Harry Ruby and Bert Kalmar
January 27, 1895
New York City, U.S.
|Died||February 23, 1974 79) (aged|
|Spouse(s)||Chloe Carter (divorced 1934) |
Eileen Percy (m.1936–1973, her death)
Harry Rubenstein (January 27, 1895 – February 23, 1974), known professionally as Harry Ruby, was an American composer and screenwriter, who was inducted into the Songwriters Hall of Fame in 1970. He was married to silent film actress Eileen Percy.
Ruby was born in New York City,in 1895 United States.After failing at his early ambition to become a professional baseball player, he toured the vaudeville circuit as a pianist with the Bootblack Trio and the Messenger Boys Trio, until meeting the man who would become his longtime partner, lyricist Bert Kalmar. Kalmar and Ruby were a successful songwriting team for nearly three decades until Kalmar's death in 1947, a partnership portrayed in the 1950 MGM musical Three Little Words , starring Fred Astaire as Kalmar and Red Skelton as Ruby.
A good friend of Groucho Marx, Ruby appeared several times on his television program, You Bet Your Life . In his 1972 concert at Carnegie Hall, Marx gave the following introduction before performing a song of Ruby's: "I have a friend in Hollywood ... I think I do, I'm not so sure. [laughter] His name is Harry Ruby [applause] and he wrote a lot of songs that I've sung over the years ..."
In The Dick Cavett Show , recorded June 13, 1969, Marx also sang a second stanza, and introduced it with, "Isn't that a beautiful melody? And a beautiful sentiment: ... Today, father, is father's day. ... 16 men in that orchestra: nine of them are illegitimate children [laughter]. Nine and a half including the director."
Selected film scores
Selected Broadway scores
Ruby died on February 23, 1974 in Woodland Hills, California,and was interred at the Chapel of the Pines in Los Angeles.
The Marx Brothers were an American family comedy act that was successful in vaudeville, on Broadway, and in motion pictures from 1905 to 1949. Five of the Marx Brothers' thirteen feature films were selected by the American Film Institute (AFI) as among the top 100 comedy films, with two of them, Duck Soup (1933) and A Night at the Opera (1935), in the top fifteen. They are widely considered by critics, scholars and fans to be among the greatest and most influential comedians of the 20th century. The brothers were included in AFI's 100 Years... 100 Stars list of the 25 greatest male stars of Classical Hollywood cinema, the only performers to be inducted collectively.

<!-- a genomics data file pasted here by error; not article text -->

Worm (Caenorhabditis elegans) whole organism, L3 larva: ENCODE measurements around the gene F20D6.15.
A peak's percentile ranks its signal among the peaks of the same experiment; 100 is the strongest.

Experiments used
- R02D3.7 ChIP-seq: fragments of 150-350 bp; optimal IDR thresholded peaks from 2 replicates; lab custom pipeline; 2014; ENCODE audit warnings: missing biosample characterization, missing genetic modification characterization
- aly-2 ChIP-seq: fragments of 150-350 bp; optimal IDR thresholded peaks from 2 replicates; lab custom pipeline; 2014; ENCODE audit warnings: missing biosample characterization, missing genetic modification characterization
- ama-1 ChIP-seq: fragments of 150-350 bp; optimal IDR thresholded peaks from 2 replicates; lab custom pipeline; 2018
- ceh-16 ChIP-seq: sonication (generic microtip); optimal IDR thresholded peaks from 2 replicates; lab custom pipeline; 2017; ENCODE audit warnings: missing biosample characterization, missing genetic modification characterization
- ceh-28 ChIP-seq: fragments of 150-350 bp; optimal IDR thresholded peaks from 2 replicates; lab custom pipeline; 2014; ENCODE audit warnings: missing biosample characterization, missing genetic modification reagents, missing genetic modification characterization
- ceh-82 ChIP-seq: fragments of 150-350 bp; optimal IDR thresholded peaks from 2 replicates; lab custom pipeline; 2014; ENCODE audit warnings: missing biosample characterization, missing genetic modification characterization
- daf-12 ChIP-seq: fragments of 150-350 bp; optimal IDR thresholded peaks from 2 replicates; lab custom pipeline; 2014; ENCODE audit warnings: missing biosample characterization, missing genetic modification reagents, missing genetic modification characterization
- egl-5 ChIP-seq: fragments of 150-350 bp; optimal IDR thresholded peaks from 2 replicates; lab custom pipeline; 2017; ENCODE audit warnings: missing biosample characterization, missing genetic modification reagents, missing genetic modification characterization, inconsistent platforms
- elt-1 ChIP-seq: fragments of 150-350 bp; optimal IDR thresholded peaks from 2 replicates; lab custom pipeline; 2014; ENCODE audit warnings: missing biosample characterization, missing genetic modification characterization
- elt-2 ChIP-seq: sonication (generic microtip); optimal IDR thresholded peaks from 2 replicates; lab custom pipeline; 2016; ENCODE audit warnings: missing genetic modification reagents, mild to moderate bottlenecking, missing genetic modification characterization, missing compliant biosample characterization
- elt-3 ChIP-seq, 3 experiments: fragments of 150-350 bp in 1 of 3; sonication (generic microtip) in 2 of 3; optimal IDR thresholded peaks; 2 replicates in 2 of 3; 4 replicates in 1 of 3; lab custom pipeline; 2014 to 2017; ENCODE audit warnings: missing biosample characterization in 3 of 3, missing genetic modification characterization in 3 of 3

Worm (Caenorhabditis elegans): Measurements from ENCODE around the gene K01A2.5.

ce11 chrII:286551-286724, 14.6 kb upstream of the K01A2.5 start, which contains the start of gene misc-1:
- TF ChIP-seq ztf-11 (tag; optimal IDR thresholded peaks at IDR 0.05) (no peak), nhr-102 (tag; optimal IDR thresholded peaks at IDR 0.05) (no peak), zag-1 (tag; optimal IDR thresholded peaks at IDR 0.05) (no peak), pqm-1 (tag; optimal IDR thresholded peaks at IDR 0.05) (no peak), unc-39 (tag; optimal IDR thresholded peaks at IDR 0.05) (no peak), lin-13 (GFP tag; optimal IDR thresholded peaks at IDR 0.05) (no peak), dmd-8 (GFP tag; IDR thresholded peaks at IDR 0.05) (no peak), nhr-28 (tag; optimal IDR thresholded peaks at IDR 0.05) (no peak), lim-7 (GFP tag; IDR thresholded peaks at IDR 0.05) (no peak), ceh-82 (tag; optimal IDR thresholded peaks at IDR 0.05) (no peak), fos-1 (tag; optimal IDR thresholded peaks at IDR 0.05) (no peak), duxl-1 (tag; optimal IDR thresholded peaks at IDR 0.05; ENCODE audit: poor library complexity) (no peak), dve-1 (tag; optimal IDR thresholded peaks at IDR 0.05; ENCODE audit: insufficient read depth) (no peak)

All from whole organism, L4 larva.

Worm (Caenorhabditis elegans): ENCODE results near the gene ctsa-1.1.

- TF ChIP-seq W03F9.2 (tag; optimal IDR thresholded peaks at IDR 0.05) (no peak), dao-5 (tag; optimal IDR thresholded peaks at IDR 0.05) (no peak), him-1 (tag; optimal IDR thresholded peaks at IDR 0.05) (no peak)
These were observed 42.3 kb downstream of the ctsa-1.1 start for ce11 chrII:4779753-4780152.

Everyone Says I Love You is a 1996 American musical comedy film written and directed by Woody Allen, who also stars alongside Julia Roberts, Alan Alda, Edward Norton, Drew Barrymore, Gaby Hoffmann, Tim Roth, Goldie Hawn, Natasha Lyonne and Natalie Portman. Set in New York City, Venice and Paris, the film features singing by actors not usually known for their singing.
Animal Crackers is a 1930 American pre-Code Marx Brothers comedy film directed by Victor Heerman. The film stars the Marx Brothers, Groucho, Chico, Harpo, and Zeppo, with Lillian Roth and Margaret Dumont. It was based on their broadway musical of the same name, in which mayhem and zaniness ensue when a valuable painting goes missing during a party in honor of famed African explorer Captain Jeffrey T. Spaulding. A critical and commercial success upon its initial release, it was filmed at Paramount's Astoria Studios in Astoria, Queens; it was the second of two films the Brothers would make in New York City.
Duck Soup is a 1933 comedy film written by Bert Kalmar and Harry Ruby, with additional dialogue by Arthur Sheekman and Nat Perrin, directed by Leo McCarey. Released theatrically by Paramount Pictures on November 17, 1933, it starred the Marx Brothers and also featured Margaret Dumont, Louis Calhern, Raquel Torres and Edgar Kennedy. It was the last Marx Brothers film to feature Zeppo and the last of five Marx Brothers movies released by Paramount Pictures. Groucho plays the newly installed president of a fictional country, and Zeppo is his secretary, while Harpo and Chico are spies for a rival country's ambassador. Relations between Groucho and the foreign ambassador deteriorate during the film, and they go to war at the conclusion.
Lew Brown was a lyricist for popular songs in the United States. During World War I and the Roaring Twenties, he wrote lyrics for several of the top Tin Pan Alley composers, especially Albert Von Tilzer. Brown was one third of a successful songwriting and music publishing team with Buddy DeSylva and Ray Henderson from 1925 until 1931. Brown also wrote or co-wrote many Broadway shows and Hollywood films. Among his most-popular songs are "Button Up Your Overcoat", "Don't Sit Under the Apple Tree", "Life Is Just a Bowl of Cherries", "That Old Feeling", and "The Birth of the Blues".